As soon as I passed him, he immediately changed lanes into the right lane, sped up to 80 MPH and rode my bumper for the last few miles on the highway. I reached my exit, got off the highway and travelled the last couple of miles to my work.
Much to my surprise, the gentleman chose to exit as well and proceeded to follow me to my parking lot. As soon as I stopped, he was in my face screaming, “What the h@#l is your hurry!!??”
I collected my belongings from my car and chose not to engage him and tried to make my way to my workplace. As I attempted to go around him, I felt his hand on my shoulder. Now, that would normally be an invitation for me to react, but I was trying to let it go. I knew I was driving fast, I don’t deny it, but that’s none of his business. Just move over and let the faster cars get by you.
I turned around to acknowledge my confronter and said, “Go ahead, say what you have to say and then go away.”
“Why do you have to drive so fast?” he asked again.
I paused for a few seconds, looked at him intently and responded, “What the h@#l business is that of yours?”
He didn’t miss a beat. “It’s everybody’s business when someone is breaking the law!”
“Oh, ok, so now you’re speaking for everybody, is that it?” I asked him.
I don’t think he really knew how to answer that, so he asked again, “I want to know why you’re in such a hurry?”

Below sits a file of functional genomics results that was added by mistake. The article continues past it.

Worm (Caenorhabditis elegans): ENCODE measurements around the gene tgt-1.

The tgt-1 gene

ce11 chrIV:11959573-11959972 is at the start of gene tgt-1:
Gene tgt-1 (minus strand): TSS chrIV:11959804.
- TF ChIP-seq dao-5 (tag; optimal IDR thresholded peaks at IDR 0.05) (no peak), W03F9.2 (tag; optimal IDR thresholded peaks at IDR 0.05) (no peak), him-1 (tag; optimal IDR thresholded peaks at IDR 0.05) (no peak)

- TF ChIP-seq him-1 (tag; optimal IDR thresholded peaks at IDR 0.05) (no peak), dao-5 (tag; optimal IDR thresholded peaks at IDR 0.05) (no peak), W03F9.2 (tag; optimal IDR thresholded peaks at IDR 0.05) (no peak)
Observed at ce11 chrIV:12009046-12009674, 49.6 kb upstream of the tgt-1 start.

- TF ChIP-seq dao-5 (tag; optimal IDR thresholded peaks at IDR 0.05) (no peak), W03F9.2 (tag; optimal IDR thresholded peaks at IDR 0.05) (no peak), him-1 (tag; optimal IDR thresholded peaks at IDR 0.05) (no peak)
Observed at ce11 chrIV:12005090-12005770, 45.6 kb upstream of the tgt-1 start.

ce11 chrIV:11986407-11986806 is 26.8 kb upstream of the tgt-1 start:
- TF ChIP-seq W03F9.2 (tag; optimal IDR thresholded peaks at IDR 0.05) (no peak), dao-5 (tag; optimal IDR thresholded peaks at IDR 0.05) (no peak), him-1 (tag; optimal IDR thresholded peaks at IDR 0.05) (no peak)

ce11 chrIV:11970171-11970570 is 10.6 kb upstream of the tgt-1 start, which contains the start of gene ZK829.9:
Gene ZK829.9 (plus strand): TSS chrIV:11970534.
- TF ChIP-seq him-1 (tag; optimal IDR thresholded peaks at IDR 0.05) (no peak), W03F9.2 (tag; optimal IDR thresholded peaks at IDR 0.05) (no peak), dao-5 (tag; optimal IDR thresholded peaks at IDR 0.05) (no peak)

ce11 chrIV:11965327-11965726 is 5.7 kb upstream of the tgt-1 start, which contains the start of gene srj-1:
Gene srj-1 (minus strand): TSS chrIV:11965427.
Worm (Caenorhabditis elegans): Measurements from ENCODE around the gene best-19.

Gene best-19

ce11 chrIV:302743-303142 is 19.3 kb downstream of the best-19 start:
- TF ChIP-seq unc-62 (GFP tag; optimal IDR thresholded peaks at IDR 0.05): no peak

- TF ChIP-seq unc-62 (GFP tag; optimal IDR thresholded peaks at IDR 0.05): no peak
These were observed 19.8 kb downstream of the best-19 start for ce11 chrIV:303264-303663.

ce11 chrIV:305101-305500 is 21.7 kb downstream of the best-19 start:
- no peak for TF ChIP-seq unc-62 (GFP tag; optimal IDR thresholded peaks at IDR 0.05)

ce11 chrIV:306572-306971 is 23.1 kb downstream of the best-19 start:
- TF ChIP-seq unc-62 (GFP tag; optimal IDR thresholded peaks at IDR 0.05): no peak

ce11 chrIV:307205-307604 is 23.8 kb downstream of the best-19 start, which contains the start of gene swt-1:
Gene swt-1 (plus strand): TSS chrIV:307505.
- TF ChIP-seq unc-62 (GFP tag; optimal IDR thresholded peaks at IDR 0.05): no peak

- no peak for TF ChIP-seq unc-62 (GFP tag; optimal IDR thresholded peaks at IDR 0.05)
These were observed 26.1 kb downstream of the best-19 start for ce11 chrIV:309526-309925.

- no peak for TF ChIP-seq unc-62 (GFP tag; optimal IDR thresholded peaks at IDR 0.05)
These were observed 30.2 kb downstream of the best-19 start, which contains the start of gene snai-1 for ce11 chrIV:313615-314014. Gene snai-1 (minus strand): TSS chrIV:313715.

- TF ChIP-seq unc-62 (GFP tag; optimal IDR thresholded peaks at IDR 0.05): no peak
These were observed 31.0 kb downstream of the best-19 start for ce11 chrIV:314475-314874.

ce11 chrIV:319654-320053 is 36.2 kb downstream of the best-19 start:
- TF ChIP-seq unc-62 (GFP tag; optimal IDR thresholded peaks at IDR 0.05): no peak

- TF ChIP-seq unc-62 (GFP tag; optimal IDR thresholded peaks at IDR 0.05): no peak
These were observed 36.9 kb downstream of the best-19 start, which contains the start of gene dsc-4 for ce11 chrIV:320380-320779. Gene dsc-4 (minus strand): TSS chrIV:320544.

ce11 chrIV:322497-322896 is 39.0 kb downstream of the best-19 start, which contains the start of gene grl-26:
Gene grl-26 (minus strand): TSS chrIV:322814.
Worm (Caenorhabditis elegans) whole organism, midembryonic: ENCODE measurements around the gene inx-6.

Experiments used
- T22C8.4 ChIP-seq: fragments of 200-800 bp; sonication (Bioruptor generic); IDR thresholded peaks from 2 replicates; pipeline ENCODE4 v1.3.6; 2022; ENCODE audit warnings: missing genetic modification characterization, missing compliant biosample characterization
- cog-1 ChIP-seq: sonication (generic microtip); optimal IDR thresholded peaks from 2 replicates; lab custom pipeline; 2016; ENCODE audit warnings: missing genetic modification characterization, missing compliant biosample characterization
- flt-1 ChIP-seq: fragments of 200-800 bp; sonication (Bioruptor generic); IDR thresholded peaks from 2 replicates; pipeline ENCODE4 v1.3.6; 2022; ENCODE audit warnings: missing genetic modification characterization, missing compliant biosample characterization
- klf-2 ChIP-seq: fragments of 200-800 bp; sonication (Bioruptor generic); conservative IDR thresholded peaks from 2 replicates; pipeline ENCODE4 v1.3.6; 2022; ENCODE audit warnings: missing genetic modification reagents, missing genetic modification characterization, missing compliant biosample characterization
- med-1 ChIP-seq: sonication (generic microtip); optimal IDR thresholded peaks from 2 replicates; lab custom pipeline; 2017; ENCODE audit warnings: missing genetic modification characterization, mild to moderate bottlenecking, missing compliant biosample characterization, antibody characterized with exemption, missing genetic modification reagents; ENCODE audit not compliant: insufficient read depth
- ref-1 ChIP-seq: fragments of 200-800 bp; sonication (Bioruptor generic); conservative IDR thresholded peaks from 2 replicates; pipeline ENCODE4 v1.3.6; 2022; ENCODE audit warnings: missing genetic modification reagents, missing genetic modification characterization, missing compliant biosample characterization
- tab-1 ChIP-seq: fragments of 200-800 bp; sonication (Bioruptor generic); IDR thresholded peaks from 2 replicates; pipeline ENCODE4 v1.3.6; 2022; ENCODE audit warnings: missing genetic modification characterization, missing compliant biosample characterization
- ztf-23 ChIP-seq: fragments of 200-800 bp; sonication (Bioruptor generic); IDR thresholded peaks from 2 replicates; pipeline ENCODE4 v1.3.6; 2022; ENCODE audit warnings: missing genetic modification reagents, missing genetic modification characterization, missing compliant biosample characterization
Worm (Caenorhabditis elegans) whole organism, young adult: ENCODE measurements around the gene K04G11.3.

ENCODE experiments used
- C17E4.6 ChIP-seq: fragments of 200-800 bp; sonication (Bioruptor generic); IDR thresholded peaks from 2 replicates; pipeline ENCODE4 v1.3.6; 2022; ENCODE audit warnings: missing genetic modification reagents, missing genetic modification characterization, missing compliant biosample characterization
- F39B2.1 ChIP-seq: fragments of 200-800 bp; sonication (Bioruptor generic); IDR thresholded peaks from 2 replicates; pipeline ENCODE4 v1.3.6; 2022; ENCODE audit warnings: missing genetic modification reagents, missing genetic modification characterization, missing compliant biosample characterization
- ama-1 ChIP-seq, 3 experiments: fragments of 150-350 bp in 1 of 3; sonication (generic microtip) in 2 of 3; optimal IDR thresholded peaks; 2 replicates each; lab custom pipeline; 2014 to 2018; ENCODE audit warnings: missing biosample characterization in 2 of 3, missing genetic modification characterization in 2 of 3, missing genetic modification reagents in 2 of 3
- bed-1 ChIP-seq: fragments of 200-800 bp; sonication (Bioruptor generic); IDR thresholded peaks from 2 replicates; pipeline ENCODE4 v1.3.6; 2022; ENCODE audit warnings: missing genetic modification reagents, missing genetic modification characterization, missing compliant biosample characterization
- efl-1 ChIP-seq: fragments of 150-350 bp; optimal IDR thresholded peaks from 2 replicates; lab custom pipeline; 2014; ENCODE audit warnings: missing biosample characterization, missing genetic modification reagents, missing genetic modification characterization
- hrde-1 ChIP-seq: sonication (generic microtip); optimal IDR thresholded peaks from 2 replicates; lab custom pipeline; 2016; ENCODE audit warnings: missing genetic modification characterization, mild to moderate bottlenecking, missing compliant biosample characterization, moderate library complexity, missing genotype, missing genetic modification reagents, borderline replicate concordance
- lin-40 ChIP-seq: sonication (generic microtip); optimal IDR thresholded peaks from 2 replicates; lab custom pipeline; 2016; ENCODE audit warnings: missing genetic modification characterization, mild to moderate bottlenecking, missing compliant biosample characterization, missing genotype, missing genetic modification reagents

I looked him right in the eye and said, “First of all, unless you’re a cop and are going to show me a badge, I’m not accountable to you for how fast I drive! Secondly, you’re actions to block the lanes and prevent drivers from overtaking you were far more dangerous than people who exceed the speed limit by a few kilometers an hour.”
“A few kilometers!!??” he yelled, with his arms flailing all over the place.
“Let me ask you this”, I said. “How fast do you think I was going?”
“Well, I was driving at 120 and you flew right up on my bumper, so you had to be going 140 at least. Why do you have to drive so fast?” he asked again.
“What’s the speed limit?” I asked.
“You know the speed limit, you know it’s 100 KPH,” he replied.
“So if you were driving 120, and the speed limit is 100, weren’t you speeding too?” I inquired.
He came back at me with “We both know the accepted speed limit is 120, don’t even go there with me.”
I re-stated, “The speed limit is 100. You were driving 120 and I was driving 140. We were both speeding; I was just driving faster than you. If you want to talk about breaking the law, we were both breaking the law.”
He just kept going on. “I was driving the accepted speed limit and you don’t have to drive like a wild man and make the highway dangerous for everyone else!” he yelled yet again.
I took a deep breath. “OK, let me ask you this. You think speeding at 120 is less of an offense than speeding at 140, right?
He nodded in agreement.
“OK, let me ask you one more thing? If there’s a $20 bill and a $10 bill on a table, I take the $20 and you take the $10, does that make you any less of a thief?”
He got in his car and drove away. I went into my office feeling a little vindicated.
Next week I will leave a few minutes earlier.
Derrick Curtis (“DC”) is a Sergeant and Lead Instructor for Pre-Deployment Training for the Canadian Forces (Canadian Army) currently stationed in Kingston, Ontario. A member of the Special Forces and Airborne, he has served in the Middle East, Africa and former Yugoslavia, as well as having served as a bodyguard for military VIPs. He also was a popular part time DJ at several of his assignments.
Father of four, DC is a skilled hockey, soccer and badminton player and has been known to do a mean karaoke when he’s not DJ’ing at local pubs.